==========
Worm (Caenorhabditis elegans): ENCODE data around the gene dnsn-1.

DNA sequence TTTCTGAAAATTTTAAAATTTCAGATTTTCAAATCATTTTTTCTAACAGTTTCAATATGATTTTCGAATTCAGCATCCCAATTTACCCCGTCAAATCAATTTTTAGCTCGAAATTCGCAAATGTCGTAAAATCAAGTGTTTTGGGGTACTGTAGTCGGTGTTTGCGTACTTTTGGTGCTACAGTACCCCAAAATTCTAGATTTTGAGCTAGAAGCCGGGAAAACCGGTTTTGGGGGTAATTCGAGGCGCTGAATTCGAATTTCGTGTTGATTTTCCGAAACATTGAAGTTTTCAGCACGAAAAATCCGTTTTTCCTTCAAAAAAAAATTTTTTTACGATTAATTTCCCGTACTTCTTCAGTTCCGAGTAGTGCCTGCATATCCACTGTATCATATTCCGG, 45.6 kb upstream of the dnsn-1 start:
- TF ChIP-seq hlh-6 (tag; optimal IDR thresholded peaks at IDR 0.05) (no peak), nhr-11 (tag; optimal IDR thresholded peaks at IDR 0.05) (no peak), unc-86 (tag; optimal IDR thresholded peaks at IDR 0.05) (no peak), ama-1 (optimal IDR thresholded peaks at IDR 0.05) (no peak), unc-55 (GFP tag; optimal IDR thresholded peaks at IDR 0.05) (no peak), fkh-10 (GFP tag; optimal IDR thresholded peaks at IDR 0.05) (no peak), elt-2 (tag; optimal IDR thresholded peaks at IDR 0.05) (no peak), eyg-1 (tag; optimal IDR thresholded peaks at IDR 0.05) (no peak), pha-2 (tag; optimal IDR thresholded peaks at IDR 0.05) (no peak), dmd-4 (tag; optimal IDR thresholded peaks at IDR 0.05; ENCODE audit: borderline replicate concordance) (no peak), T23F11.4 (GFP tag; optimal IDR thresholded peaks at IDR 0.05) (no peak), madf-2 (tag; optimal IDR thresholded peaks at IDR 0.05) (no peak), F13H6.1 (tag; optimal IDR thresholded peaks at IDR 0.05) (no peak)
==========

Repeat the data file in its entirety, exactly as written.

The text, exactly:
Worm (Caenorhabditis elegans): ENCODE data around the gene dnsn-1.

DNA sequence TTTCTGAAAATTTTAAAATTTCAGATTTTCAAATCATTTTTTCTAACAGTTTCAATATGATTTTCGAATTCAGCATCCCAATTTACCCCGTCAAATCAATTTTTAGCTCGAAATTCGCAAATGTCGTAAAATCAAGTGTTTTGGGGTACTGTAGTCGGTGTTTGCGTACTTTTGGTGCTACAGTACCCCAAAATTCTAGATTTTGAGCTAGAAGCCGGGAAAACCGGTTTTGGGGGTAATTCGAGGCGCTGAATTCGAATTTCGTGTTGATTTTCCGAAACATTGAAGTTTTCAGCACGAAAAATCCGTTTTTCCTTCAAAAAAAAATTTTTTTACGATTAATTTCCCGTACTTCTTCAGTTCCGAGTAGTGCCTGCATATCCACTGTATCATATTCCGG, 45.6 kb upstream of the dnsn-1 start:
- TF ChIP-seq hlh-6 (tag; optimal IDR thresholded peaks at IDR 0.05) (no peak), nhr-11 (tag; optimal IDR thresholded peaks at IDR 0.05) (no peak), unc-86 (tag; optimal IDR thresholded peaks at IDR 0.05) (no peak), ama-1 (optimal IDR thresholded peaks at IDR 0.05) (no peak), unc-55 (GFP tag; optimal IDR thresholded peaks at IDR 0.05) (no peak), fkh-10 (GFP tag; optimal IDR thresholded peaks at IDR 0.05) (no peak), elt-2 (tag; optimal IDR thresholded peaks at IDR 0.05) (no peak), eyg-1 (tag; optimal IDR thresholded peaks at IDR 0.05) (no peak), pha-2 (tag; optimal IDR thresholded peaks at IDR 0.05) (no peak), dmd-4 (tag; optimal IDR thresholded peaks at IDR 0.05; ENCODE audit: borderline replicate concordance) (no peak), T23F11.4 (GFP tag; optimal IDR thresholded peaks at IDR 0.05) (no peak), madf-2 (tag; optimal IDR thresholded peaks at IDR 0.05) (no peak), F13H6.1 (tag; optimal IDR thresholded peaks at IDR 0.05) (no peak)